Bacterial diseases cause significant losses in many crops, and control
measures are often limited or unavailable. The majority arise from
invasion of the vascular system or colonization of the leaf parenchyma.
The major classes of molecular tools that enable bacteria to thrive
inside plants are beginning to be understood, but little is known
about the functions within the plant of most of these tools. Less
still is known about the plant signals and targets that render plants
susceptible. Virtually nothing is known of the basis for tissue specificity.
An understanding of the pathogen and host traits that create opportunities
for microbes to exploit different plant tissues is an important goal.
It will advance our fundamental understanding of plant biology and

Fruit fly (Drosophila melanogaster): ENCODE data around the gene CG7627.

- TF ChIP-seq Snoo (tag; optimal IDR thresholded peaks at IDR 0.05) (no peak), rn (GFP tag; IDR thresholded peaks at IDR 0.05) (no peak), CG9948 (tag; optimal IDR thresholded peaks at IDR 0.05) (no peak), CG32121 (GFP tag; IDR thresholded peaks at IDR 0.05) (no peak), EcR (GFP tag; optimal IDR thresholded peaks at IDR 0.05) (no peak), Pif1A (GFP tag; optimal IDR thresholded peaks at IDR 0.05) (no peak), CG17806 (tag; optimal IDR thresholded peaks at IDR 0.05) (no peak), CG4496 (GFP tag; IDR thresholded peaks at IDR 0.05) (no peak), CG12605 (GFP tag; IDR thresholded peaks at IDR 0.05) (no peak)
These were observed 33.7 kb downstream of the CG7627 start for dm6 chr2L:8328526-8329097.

support innovative efforts to develop strategies to alter plant susceptibility
or block pathogen virulence.
This five-year functional genomics project will identify plant genes
that affect susceptibility or tissue specificity to two closely related
pathogens of the same host that cause different types of disease,
one vascular and the other parenchymal. The project will characterize
genetic differences between these pathogens, and identify plant genes
differentially expressed in response to them. Rice (Oryza sativa),
an important crop and a model species, will be used for these studies.
Bacterial leaf blight (vascular) and bacterial leaf streak (parenchymal)
will be examined. These diseases are caused by the two subspecies
of Xanthomonas oryzae, pathovar oryzae and pathovar oryzicola,
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designed by L. Darnielle and is maintained by K.
September 7, 2005